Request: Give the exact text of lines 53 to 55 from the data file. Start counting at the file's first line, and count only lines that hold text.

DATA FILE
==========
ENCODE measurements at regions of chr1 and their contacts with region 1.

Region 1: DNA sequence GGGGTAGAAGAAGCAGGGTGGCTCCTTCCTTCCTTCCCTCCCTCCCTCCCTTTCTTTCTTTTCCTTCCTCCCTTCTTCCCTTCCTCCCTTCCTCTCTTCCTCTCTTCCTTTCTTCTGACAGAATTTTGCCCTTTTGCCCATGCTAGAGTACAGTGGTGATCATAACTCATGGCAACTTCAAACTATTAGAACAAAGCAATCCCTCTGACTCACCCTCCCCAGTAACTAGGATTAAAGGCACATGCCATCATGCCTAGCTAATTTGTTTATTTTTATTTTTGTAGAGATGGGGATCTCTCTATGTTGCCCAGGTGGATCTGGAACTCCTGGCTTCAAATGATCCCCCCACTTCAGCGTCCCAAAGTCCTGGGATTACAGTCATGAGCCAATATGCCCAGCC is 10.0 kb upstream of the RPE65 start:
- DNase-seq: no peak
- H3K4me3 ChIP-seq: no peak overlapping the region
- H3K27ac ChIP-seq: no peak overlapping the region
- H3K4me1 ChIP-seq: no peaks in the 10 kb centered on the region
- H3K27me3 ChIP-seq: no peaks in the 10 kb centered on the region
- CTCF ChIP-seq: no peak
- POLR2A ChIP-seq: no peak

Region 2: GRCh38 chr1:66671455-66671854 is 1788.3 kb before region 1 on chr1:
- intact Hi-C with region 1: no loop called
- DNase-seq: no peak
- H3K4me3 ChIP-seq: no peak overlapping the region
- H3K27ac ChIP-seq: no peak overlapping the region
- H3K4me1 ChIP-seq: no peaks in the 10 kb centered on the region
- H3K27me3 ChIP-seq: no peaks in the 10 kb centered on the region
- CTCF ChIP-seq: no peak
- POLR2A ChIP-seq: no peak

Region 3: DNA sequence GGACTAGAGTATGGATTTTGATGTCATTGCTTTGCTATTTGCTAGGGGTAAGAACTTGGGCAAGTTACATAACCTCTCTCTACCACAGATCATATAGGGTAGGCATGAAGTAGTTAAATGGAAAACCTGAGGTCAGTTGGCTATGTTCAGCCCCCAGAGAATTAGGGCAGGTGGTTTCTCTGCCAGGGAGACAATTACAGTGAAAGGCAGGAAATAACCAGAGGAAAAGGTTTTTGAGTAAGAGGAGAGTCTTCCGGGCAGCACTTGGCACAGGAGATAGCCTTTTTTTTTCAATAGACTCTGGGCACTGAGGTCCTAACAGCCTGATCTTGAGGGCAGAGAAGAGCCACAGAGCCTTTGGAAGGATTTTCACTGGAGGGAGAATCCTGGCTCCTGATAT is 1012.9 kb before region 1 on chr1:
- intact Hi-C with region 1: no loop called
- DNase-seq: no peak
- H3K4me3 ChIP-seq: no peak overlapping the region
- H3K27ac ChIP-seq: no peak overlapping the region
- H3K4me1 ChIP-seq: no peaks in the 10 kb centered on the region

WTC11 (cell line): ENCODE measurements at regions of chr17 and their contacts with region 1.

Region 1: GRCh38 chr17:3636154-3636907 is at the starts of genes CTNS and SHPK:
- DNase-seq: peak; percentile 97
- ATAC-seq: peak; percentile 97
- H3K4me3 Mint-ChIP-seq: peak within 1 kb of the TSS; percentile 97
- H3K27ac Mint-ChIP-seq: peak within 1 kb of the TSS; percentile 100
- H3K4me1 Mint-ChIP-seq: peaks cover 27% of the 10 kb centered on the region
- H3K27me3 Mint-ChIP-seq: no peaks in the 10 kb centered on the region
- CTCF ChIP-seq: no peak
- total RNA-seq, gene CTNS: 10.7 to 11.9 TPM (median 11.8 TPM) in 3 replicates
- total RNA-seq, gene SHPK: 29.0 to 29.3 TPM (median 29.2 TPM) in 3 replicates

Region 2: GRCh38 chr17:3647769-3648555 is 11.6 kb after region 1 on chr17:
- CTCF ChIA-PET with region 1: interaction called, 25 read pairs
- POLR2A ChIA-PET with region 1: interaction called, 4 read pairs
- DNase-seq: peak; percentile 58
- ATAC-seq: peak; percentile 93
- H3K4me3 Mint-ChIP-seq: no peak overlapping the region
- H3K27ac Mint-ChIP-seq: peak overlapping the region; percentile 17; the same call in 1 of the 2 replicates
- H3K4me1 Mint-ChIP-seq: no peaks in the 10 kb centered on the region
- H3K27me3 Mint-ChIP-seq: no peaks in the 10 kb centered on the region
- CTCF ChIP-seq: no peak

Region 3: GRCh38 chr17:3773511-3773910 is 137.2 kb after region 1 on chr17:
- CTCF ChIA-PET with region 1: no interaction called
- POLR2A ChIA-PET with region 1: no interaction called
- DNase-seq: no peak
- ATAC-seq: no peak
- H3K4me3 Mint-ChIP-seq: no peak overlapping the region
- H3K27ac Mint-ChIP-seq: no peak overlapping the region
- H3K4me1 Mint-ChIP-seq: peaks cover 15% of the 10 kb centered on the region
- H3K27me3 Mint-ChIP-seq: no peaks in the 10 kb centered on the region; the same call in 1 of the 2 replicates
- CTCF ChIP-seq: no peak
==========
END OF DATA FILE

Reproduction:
- H3K4me1 Mint-ChIP-seq: peaks cover 15% of the 10 kb centered on the region
- H3K27me3 Mint-ChIP-seq: no peaks in the 10 kb centered on the region; the same call in 1 of the 2 replicates
- CTCF ChIP-seq: no peak